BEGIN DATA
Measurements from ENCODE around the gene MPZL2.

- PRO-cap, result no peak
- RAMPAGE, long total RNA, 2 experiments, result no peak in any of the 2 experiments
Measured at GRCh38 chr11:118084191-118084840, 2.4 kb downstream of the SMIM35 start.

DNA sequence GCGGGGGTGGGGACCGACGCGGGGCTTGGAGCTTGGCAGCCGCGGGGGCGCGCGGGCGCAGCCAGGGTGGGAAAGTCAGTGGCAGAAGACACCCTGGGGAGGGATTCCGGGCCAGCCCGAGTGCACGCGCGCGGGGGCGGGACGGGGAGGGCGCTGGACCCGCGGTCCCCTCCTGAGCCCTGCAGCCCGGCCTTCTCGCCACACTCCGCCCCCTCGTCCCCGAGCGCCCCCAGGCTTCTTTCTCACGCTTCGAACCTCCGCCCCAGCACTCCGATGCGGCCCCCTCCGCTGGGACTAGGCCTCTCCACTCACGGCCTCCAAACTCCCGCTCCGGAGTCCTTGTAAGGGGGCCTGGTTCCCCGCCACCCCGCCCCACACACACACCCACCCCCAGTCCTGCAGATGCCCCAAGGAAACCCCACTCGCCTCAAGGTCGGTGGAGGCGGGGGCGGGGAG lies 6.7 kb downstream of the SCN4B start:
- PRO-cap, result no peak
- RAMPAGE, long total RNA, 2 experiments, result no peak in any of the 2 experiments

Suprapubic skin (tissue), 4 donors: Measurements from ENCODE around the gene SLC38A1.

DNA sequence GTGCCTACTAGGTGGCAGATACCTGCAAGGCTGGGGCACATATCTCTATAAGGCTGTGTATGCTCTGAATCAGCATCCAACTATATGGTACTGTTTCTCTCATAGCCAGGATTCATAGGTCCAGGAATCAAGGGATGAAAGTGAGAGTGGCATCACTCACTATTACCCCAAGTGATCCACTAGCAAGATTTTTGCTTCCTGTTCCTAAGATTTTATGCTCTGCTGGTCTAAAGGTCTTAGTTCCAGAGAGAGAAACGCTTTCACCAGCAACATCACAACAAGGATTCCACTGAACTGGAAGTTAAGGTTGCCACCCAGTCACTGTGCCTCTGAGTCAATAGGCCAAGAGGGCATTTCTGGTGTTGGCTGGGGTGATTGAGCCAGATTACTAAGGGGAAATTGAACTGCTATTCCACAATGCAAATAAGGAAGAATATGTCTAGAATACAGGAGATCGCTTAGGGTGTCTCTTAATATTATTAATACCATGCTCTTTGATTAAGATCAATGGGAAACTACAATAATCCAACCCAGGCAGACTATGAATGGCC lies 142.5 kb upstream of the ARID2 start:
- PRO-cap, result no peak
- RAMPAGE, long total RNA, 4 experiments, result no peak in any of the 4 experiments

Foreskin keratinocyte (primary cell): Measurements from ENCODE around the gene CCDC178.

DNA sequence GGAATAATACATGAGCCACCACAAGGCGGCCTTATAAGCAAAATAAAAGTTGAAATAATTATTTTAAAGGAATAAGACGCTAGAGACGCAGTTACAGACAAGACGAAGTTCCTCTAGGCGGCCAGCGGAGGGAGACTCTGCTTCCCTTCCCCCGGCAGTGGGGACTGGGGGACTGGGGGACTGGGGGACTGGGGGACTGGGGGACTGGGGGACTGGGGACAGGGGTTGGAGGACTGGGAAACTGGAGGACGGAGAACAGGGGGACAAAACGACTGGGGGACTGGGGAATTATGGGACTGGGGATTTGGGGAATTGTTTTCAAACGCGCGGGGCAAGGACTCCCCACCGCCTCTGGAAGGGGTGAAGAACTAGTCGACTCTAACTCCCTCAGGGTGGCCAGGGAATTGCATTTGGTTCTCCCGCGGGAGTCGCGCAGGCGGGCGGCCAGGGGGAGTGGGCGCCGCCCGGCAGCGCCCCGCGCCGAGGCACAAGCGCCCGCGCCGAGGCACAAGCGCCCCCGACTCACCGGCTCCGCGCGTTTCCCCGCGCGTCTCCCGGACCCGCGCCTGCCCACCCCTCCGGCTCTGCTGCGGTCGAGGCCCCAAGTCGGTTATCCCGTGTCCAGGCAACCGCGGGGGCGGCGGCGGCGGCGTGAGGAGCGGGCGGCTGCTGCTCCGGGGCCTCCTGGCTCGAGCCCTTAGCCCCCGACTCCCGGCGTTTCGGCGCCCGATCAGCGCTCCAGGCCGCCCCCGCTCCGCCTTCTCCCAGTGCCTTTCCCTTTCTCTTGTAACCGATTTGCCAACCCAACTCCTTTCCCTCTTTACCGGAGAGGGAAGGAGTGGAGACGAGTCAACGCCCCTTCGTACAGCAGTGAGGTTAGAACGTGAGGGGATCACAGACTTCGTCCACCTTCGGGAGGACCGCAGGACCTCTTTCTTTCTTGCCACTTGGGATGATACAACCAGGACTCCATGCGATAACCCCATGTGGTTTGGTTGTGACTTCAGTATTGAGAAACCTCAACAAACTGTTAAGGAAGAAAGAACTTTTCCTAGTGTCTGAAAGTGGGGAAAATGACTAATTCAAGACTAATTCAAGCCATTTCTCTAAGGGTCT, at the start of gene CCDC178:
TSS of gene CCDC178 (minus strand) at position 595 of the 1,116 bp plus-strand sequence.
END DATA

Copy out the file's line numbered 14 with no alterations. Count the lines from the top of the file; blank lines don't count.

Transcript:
TSS of gene CCDC178 (minus strand) at position 595 of the 1,116 bp plus-strand sequence.